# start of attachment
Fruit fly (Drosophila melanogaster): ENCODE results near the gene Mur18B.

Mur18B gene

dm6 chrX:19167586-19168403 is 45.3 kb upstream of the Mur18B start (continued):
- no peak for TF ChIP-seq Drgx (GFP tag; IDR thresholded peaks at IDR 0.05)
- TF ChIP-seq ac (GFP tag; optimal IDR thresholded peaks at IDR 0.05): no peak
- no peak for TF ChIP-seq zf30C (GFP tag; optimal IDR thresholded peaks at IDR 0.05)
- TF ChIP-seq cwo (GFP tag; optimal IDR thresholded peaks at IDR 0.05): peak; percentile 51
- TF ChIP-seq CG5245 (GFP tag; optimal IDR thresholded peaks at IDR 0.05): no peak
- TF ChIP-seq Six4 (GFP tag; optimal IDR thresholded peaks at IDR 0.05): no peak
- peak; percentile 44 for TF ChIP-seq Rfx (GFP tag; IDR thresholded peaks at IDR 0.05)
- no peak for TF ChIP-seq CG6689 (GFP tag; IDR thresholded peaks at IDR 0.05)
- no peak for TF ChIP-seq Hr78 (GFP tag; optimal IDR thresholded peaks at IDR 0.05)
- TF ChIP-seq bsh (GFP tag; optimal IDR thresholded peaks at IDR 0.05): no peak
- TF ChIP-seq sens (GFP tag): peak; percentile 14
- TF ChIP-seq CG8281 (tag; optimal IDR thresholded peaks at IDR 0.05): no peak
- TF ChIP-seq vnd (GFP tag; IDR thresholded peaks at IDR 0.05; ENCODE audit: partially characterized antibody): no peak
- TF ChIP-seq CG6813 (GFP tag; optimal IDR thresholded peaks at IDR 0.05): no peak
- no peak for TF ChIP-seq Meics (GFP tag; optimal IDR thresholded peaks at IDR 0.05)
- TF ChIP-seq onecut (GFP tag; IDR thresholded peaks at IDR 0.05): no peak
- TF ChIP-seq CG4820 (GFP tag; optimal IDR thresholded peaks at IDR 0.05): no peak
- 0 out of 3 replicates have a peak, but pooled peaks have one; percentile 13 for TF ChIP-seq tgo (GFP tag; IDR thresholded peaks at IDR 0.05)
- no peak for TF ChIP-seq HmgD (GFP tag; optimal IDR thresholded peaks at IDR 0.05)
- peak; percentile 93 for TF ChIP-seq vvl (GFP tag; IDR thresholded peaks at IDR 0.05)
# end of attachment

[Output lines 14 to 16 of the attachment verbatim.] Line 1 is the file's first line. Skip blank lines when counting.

- TF ChIP-seq sens (GFP tag): peak; percentile 14
- TF ChIP-seq CG8281 (tag; optimal IDR thresholded peaks at IDR 0.05): no peak
- TF ChIP-seq vnd (GFP tag; IDR thresholded peaks at IDR 0.05; ENCODE audit: partially characterized antibody): no peak